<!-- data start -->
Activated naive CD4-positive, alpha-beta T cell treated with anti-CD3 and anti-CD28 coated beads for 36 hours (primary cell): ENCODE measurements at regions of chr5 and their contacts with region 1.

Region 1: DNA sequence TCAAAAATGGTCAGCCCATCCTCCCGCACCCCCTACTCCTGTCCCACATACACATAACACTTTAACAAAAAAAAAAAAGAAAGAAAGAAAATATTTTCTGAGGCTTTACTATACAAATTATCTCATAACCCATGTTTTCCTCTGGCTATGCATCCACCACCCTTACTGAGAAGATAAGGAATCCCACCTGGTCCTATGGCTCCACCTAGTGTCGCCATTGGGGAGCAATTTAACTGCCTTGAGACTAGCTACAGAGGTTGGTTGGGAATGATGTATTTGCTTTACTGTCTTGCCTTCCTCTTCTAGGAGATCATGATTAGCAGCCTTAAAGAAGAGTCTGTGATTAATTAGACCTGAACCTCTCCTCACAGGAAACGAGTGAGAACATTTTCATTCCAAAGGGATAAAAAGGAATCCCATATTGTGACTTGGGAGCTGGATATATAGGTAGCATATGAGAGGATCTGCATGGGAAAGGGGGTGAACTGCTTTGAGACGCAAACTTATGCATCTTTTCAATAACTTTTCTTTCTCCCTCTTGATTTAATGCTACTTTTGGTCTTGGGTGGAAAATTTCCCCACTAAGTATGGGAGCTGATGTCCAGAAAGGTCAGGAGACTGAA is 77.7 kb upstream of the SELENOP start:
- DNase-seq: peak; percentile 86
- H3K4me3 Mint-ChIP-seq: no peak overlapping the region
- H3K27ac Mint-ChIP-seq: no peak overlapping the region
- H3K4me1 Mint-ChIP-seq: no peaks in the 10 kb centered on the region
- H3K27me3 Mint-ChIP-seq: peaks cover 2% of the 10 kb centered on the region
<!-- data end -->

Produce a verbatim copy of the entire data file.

Activated naive CD4-positive, alpha-beta T cell treated with anti-CD3 and anti-CD28 coated beads for 36 hours (primary cell): ENCODE measurements at regions of chr5 and their contacts with region 1.

Region 1: DNA sequence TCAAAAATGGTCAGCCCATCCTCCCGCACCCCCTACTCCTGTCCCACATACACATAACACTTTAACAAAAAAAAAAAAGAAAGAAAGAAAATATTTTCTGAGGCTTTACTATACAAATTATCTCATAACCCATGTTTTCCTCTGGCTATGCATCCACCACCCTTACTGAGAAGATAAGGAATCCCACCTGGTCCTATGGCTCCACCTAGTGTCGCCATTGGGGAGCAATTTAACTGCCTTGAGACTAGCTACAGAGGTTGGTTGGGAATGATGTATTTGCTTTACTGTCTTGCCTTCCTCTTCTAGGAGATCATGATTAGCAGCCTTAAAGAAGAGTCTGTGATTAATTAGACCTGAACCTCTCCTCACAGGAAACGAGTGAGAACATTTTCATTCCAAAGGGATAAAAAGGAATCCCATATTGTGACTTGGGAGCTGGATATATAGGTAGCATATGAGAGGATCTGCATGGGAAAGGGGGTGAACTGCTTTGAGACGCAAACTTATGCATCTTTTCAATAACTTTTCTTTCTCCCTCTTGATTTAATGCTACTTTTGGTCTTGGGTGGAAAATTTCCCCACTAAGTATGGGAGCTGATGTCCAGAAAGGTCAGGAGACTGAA is 77.7 kb upstream of the SELENOP start:
- DNase-seq: peak; percentile 86
- H3K4me3 Mint-ChIP-seq: no peak overlapping the region
- H3K27ac Mint-ChIP-seq: no peak overlapping the region
- H3K4me1 Mint-ChIP-seq: no peaks in the 10 kb centered on the region
- H3K27me3 Mint-ChIP-seq: peaks cover 2% of the 10 kb centered on the region